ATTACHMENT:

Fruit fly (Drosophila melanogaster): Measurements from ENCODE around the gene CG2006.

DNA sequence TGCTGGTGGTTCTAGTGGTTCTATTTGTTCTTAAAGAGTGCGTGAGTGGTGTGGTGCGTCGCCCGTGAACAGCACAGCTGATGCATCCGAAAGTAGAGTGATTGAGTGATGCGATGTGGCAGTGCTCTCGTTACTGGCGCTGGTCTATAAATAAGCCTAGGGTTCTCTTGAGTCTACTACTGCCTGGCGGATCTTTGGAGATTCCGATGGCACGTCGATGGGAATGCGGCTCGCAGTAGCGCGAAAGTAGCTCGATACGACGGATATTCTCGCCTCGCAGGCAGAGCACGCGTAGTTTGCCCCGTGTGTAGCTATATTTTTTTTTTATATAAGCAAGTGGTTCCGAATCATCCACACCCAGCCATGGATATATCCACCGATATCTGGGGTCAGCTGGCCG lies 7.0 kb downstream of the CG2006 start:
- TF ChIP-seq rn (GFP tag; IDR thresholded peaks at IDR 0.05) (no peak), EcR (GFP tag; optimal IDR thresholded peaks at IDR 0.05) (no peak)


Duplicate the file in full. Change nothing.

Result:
Fruit fly (Drosophila melanogaster): Measurements from ENCODE around the gene CG2006.

DNA sequence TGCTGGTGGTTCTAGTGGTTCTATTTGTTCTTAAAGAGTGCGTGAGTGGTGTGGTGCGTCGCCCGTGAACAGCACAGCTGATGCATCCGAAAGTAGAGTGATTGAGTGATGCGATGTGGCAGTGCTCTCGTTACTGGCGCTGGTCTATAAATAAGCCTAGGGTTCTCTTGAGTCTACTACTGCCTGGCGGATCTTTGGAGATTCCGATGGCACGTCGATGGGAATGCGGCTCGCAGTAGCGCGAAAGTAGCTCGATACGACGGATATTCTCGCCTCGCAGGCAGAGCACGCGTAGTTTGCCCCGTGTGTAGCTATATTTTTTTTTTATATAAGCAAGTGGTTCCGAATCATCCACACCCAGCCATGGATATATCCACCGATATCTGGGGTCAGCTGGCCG lies 7.0 kb downstream of the CG2006 start:
- TF ChIP-seq rn (GFP tag; IDR thresholded peaks at IDR 0.05) (no peak), EcR (GFP tag; optimal IDR thresholded peaks at IDR 0.05) (no peak)